It is no secret that bitcoin mining comes with an environmental cost, but the extent of that cost has recently been laid bare. According to research by Elite Fixtures, when Bitcoin was at its peak at $69000, its mining used around 180 terawatt-hours (TWh) of electricity annually. It’s equivalent to the annual electricity consumption of all the data centers combined. That’s one giant energy footprint — and it’s one that we’re only going to see getting bigger in the years ahead.
All About Bitcoin
Bitcoin is a cryptocurrency that doesn’t need to be physically minted. A centralized bank does not control it; instead, each transaction is verified by computers, or miners, all over the world. The currency was launched in 2009 as open-source software by Satoshi Nakamoto (an anonymous name) and has no real value other than its use as payment.
The Environmental Cost
Bitcoin has dramatically risen in value over 2017, but at a cost to our environment. With each bitcoin now worth nearly $24,000 – almost 40 times its value just one year ago – there is increased scrutiny into how cryptocurrency mining impacts power grids worldwide. Bitcoins are created through “mining,” which consists of people using high-powered computers to solve complicated math problems. The point of mining is to ensure that no one person can manipulate Bitcoin transactions because computers must be extremely powerful to do so.
Implications for Environmental Sustenance
To keep up with demand, miners use a lot of energy. If it trades at a higher price, then there is more mining. Until the prices hover at about $25,200, the consumption is around 180 TWh of electricity annually. By comparison, 100 million homes in America could be powered for one year by that much energy, says environmental analyst, Alex de Vries. And that is only one cryptocurrency; there are many more out there like Ethereum that uses the same energy-inefficient way to validate the transaction.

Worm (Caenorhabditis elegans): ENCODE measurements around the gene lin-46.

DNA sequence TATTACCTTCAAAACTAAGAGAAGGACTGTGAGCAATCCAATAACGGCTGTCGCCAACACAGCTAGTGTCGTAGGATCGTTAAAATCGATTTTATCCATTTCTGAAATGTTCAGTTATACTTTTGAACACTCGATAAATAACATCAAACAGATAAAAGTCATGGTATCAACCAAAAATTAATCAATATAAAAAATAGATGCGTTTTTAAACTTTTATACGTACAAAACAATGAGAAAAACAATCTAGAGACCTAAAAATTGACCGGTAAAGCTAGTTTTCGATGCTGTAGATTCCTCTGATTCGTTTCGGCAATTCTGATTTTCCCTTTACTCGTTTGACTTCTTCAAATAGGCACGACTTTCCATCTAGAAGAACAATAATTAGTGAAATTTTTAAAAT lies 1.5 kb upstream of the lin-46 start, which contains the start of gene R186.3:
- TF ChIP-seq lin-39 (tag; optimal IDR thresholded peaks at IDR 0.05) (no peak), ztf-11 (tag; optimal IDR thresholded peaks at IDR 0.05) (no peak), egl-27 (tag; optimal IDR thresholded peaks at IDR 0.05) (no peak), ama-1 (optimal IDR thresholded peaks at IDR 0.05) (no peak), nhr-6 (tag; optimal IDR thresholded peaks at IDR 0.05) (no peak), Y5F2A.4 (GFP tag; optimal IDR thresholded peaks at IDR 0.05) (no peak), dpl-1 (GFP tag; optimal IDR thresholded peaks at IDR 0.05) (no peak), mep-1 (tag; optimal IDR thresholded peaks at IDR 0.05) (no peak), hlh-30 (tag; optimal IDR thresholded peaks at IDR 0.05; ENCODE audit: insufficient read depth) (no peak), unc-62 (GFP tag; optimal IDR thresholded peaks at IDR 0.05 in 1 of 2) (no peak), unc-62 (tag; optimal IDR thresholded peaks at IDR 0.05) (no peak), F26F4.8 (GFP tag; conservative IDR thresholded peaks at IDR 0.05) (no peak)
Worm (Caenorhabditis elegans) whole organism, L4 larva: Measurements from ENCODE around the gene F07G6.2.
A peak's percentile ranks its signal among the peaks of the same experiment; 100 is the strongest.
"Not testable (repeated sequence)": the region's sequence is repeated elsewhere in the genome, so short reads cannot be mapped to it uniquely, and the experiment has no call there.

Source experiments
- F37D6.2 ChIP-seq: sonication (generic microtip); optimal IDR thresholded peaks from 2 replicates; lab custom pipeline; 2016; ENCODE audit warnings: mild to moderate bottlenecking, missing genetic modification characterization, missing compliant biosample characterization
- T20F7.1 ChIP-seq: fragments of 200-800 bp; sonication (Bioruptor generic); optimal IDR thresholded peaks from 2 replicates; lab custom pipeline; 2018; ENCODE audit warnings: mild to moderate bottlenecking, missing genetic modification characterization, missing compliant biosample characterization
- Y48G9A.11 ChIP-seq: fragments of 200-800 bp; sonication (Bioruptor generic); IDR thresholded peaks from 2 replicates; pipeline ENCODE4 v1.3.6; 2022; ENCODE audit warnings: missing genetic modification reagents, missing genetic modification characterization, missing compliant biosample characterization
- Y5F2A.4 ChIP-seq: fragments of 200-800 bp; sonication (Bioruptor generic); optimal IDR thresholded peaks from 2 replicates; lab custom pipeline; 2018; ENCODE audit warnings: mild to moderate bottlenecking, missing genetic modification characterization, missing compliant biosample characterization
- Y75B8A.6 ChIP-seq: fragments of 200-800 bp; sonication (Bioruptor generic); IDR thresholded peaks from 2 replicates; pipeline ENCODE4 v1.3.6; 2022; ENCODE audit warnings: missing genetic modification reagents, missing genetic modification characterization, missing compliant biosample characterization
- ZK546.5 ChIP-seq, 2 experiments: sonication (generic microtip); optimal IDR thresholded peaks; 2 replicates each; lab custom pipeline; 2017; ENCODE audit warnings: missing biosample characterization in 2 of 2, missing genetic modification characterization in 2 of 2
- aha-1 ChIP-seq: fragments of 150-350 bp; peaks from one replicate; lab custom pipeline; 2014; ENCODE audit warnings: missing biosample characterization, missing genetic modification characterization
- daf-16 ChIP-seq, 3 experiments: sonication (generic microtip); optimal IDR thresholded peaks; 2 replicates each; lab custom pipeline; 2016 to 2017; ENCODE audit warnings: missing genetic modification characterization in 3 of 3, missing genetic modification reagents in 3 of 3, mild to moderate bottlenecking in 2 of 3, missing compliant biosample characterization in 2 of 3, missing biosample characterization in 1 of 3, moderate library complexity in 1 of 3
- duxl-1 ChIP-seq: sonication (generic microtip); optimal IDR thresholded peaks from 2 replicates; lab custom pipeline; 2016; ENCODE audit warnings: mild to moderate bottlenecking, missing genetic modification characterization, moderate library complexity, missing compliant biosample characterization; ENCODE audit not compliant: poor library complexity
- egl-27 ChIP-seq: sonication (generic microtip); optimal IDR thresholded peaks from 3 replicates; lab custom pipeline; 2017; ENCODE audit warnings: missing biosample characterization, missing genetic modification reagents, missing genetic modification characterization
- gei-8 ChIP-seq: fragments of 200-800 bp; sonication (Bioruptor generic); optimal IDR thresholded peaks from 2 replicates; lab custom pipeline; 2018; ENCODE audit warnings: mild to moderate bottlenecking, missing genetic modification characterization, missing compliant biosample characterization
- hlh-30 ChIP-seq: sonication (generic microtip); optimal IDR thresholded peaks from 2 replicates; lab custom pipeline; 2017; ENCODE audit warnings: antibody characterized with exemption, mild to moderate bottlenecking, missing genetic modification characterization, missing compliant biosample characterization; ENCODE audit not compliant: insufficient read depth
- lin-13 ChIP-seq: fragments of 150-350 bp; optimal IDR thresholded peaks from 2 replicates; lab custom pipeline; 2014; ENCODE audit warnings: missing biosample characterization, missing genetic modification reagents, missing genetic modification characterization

With smartphones being as advanced as they are nowadays, you don’t always need a professional camera to take great photos. Your iPhone camera is more than capable of doing that for you; you just need to keep in mind a few tips for snapping the perfect shot.
Change The Exposure
Live photos aren’t anything new to the iPhone, but many people aren’t aware that these do more than just play a short clip. If you flick up after taking a live photo, you’ll discover options for loop, bounce, and long exposure. It’s the last one that you want to pay attention to, especially if you’re shooting moving objects. This feature can do things like smoothen out flowing water or create light trails from vehicles in motion.
Keep The Same Settings
Some people tend to just snap a shot when they feel like it and hope that it turns out well. Others prefer to adjust the settings to suit what they’re photographing to ensure the image is always good quality. If you’re one of the latter, you’ll be glad to know there’s a way to save these settings so you can use them every time you open the camera app. Just go to preserve settings in the settings menu, and it’ll keep everything the same as the last time you took a photo.
Portrait Mode FTW
Portrait mode isn’t a new feature to the iPhone, but it is something that’s not utilized as much as it should be. Although it’s designed to help you take better photos of people, you can actually use it for skilled shots of animals too. By adjusting the 2x icon to 1x, the camera will find it easier to take better portrait pics, regardless of whether the subject matter is human or not.
The more photos you take on your iPhone camera, the more you’ll get the hang of snapping shots to be proud of.